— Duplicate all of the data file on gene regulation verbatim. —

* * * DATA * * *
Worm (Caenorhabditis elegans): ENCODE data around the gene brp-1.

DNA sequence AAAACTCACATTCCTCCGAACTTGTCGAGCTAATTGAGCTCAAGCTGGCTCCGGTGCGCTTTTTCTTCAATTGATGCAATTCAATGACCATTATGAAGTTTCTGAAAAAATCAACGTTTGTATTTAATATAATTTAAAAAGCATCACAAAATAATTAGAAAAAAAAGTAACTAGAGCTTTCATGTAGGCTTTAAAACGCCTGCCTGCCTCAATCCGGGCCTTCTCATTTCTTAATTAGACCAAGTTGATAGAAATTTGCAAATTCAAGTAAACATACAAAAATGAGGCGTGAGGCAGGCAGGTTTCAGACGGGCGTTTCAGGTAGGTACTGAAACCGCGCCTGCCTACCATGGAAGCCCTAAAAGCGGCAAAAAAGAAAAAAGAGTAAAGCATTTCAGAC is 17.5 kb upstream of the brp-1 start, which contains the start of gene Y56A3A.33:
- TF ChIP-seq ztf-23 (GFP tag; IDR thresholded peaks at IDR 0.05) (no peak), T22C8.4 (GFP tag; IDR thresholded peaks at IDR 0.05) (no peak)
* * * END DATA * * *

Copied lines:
Worm (Caenorhabditis elegans): ENCODE data around the gene brp-1.

DNA sequence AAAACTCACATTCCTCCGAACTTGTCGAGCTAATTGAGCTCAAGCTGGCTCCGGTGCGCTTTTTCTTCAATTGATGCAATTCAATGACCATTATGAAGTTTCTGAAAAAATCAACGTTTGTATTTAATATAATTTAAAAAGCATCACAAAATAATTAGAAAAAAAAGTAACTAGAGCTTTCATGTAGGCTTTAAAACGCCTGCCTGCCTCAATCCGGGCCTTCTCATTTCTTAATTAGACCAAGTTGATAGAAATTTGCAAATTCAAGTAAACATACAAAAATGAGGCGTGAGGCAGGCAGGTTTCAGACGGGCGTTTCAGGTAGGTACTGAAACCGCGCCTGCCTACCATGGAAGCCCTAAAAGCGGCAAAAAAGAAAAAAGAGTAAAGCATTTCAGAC is 17.5 kb upstream of the brp-1 start, which contains the start of gene Y56A3A.33:
- TF ChIP-seq ztf-23 (GFP tag; IDR thresholded peaks at IDR 0.05) (no peak), T22C8.4 (GFP tag; IDR thresholded peaks at IDR 0.05) (no peak)